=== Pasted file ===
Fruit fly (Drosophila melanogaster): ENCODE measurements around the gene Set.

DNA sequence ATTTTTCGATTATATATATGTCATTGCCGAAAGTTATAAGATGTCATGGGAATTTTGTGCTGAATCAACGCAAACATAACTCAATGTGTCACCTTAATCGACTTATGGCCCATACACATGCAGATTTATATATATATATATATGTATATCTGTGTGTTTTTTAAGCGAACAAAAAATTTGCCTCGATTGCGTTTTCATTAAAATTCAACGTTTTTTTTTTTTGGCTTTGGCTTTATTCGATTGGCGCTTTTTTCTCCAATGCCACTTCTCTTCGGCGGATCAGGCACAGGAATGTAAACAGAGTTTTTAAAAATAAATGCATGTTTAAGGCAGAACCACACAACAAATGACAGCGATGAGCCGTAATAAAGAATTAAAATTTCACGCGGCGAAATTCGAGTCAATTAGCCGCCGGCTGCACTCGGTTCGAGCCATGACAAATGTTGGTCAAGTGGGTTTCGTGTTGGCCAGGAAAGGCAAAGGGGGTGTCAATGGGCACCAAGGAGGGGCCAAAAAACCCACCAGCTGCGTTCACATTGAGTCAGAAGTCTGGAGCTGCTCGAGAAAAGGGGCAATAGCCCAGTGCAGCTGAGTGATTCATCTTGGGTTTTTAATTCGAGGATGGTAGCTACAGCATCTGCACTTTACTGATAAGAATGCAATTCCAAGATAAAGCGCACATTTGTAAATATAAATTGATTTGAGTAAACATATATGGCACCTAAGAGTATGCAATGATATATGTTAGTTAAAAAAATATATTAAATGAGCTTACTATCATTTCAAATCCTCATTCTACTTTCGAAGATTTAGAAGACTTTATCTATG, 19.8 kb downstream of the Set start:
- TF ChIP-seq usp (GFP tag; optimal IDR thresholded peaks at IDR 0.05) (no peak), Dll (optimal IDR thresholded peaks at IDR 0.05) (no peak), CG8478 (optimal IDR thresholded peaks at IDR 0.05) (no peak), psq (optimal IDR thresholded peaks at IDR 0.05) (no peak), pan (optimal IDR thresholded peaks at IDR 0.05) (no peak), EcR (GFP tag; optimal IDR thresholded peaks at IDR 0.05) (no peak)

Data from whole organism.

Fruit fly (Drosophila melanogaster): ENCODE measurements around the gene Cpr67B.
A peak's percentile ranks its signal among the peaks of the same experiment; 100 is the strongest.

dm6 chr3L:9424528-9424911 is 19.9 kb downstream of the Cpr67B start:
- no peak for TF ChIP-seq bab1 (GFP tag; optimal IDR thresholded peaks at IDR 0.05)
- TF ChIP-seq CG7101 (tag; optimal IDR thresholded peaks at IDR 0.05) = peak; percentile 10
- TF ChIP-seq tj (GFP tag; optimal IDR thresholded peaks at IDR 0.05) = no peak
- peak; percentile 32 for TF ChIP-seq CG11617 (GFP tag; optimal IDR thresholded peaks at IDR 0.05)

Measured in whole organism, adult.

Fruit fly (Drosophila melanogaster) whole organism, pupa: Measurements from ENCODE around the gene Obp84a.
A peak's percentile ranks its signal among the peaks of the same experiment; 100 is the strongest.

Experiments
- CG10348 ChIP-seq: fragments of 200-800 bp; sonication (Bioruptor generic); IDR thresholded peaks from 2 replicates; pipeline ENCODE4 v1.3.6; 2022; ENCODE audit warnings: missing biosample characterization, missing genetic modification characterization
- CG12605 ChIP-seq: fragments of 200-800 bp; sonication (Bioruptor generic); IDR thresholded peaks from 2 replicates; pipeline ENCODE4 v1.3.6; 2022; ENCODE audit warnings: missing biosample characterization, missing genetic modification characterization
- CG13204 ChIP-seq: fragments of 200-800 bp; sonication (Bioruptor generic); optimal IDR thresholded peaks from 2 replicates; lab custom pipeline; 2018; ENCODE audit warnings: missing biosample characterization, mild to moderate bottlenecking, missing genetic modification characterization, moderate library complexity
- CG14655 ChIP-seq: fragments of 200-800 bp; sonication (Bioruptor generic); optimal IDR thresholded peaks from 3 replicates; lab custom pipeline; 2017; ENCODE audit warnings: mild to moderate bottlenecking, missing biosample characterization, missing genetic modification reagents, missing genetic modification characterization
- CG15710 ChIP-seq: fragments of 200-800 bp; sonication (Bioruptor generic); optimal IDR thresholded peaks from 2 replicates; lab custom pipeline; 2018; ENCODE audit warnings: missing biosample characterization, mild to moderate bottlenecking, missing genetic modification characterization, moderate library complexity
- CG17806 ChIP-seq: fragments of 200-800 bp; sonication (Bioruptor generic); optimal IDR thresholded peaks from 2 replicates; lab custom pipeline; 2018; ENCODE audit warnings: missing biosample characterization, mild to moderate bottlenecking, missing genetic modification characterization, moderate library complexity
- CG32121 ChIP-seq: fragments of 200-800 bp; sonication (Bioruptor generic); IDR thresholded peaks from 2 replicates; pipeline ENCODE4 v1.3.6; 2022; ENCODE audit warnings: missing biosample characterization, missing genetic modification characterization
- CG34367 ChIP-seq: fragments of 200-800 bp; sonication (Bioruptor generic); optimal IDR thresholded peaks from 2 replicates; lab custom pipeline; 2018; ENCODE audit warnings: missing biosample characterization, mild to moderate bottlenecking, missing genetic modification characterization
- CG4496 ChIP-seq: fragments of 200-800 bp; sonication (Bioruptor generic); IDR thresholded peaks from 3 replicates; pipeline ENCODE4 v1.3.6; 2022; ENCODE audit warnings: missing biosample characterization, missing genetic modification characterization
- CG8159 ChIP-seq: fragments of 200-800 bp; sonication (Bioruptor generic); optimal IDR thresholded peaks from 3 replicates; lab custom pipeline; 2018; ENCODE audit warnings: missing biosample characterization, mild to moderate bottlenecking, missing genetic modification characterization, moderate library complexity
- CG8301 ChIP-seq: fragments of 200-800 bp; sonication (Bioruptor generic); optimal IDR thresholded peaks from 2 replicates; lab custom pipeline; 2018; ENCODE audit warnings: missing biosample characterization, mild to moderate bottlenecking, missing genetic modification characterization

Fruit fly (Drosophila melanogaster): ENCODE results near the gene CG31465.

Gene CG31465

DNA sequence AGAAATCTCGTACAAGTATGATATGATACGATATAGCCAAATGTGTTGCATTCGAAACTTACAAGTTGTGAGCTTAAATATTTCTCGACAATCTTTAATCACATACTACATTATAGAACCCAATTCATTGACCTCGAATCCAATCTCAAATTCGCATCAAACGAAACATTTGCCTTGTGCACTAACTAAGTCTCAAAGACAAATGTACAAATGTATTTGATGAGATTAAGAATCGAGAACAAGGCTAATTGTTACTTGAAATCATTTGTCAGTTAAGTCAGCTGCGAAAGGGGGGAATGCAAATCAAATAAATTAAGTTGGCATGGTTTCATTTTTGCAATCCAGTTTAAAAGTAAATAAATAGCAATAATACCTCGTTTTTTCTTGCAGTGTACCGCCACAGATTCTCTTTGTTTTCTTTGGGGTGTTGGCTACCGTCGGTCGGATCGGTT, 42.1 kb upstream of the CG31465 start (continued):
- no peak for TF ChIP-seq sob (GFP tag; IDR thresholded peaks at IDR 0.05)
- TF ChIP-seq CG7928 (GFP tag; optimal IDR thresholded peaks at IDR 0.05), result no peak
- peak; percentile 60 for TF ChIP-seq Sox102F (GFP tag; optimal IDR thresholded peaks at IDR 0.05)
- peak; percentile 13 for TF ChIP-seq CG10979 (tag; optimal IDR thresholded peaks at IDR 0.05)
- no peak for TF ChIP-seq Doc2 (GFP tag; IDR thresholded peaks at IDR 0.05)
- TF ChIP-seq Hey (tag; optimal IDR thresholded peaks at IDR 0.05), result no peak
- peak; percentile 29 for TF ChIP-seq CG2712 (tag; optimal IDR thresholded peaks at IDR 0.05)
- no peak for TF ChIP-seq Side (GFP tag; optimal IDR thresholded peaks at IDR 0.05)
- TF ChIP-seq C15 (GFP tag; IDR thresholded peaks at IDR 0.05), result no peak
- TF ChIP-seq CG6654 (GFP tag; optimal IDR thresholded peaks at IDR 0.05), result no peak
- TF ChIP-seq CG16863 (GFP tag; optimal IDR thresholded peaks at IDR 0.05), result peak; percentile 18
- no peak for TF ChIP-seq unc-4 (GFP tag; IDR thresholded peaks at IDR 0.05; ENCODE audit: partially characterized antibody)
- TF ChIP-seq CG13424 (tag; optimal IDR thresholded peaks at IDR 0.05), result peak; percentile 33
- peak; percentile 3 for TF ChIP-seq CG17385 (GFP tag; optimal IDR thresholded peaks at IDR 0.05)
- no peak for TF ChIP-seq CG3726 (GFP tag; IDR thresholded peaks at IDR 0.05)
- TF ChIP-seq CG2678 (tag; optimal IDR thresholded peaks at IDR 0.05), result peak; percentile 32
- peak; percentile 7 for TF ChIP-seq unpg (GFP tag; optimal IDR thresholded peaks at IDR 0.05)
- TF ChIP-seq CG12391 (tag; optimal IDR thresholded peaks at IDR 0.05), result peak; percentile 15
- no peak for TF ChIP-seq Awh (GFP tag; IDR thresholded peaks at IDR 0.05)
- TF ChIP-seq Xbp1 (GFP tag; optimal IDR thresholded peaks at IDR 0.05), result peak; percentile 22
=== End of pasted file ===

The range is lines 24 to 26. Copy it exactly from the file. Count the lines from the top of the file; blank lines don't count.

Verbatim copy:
- CG4496 ChIP-seq: fragments of 200-800 bp; sonication (Bioruptor generic); IDR thresholded peaks from 3 replicates; pipeline ENCODE4 v1.3.6; 2022; ENCODE audit warnings: missing biosample characterization, missing genetic modification characterization
- CG8159 ChIP-seq: fragments of 200-800 bp; sonication (Bioruptor generic); optimal IDR thresholded peaks from 3 replicates; lab custom pipeline; 2018; ENCODE audit warnings: missing biosample characterization, mild to moderate bottlenecking, missing genetic modification characterization, moderate library complexity
- CG8301 ChIP-seq: fragments of 200-800 bp; sonication (Bioruptor generic); optimal IDR thresholded peaks from 2 replicates; lab custom pipeline; 2018; ENCODE audit warnings: missing biosample characterization, mild to moderate bottlenecking, missing genetic modification characterization